Scientific American —
Shipping noise and other sounds from human activity in oceans harm numerous marine species, according to a broad new assessment of existing research. The findings, published this month in Science, also include viable solutions—some already in use—that could buy time to address tougher problems such as ocean acidification and potentially save the lives of imperiled species such as southern resident killer whales, Maui dolphins and Atlantic cod.
The researchers say their examination of more than 500 studies of marine noise pollution provides a solid foundation of evidence to support new policies and changing industry practices to restore the health of the global ocean soundscape for marine life and people who depend on it.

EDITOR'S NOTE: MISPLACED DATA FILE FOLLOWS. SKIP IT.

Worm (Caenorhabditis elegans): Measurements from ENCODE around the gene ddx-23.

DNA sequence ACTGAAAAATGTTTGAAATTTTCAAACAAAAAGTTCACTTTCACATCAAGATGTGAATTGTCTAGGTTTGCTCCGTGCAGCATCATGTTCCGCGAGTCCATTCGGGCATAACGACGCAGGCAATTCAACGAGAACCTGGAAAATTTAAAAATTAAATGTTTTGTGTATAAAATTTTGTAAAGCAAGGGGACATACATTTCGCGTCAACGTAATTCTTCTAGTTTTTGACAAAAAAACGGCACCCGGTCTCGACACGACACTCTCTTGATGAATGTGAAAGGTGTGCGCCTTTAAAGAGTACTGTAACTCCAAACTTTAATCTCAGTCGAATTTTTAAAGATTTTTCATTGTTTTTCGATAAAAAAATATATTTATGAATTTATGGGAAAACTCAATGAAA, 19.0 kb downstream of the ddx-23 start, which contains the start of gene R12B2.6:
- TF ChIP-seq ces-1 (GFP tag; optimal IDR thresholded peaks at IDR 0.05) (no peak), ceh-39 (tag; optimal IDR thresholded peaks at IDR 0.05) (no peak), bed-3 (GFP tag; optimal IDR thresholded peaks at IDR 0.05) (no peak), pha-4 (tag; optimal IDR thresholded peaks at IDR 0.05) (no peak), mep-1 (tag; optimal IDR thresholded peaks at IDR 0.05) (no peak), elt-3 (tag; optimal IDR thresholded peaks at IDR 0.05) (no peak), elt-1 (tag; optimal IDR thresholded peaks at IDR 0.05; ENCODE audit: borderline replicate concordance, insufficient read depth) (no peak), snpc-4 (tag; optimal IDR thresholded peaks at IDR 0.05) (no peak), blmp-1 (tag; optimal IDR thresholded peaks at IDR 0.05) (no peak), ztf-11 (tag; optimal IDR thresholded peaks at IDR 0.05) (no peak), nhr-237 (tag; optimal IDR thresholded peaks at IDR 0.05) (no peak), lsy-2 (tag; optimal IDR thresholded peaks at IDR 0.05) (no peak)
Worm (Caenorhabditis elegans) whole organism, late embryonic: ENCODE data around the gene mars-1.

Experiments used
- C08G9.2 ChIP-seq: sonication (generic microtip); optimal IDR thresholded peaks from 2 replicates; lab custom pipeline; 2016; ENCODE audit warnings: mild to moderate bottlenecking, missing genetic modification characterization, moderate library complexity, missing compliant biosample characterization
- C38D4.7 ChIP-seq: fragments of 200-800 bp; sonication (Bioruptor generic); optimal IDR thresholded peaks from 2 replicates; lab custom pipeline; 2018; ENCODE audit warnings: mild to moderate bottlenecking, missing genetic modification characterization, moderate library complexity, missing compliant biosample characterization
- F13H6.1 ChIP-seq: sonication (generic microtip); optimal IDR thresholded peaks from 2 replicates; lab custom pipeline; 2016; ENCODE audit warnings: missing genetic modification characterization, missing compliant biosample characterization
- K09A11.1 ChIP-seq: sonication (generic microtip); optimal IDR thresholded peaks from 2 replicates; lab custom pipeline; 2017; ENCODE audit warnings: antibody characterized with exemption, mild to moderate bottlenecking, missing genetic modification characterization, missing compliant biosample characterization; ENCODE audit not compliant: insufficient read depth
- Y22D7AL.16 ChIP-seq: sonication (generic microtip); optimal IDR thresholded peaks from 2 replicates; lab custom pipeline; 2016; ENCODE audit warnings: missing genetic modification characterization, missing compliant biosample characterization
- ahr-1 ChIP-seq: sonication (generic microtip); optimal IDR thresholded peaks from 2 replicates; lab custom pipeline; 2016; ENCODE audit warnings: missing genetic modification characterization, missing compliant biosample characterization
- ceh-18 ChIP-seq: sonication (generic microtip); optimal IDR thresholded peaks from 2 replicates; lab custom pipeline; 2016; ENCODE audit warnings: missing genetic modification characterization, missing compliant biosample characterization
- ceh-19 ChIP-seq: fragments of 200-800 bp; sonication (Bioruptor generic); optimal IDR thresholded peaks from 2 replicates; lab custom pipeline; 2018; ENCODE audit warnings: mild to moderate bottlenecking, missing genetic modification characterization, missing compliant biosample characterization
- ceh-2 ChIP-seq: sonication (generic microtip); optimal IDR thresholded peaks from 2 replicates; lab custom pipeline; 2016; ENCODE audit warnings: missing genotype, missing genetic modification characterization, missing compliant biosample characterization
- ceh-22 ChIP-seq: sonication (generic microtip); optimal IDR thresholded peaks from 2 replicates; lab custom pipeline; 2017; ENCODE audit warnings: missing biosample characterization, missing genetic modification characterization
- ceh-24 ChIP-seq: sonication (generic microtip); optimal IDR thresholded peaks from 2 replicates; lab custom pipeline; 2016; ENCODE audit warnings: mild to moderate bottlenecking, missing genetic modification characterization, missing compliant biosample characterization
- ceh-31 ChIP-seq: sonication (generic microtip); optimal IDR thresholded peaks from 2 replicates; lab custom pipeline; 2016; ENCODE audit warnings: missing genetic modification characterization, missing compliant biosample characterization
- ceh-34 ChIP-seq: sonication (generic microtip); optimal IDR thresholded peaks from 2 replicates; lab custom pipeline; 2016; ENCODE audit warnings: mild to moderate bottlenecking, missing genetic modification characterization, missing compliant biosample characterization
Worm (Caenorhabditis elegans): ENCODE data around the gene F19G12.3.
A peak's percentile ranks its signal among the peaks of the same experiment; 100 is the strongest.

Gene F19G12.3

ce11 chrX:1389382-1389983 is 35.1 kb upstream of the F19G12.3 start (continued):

Alternative practices include dampening noises associated with offshore wind farms and taking a lower-pressure approach to seismic surveys for fossil fuel deposits. Ship designs that reduce propeller noise could also help immensely, but they are costly and lack regulatory support for widespread adoption. In the meantime slower shipping speeds and rerouting vessels away from sensitive areas of the marine ecosystem could lessen the impact of the noise, the researchers say.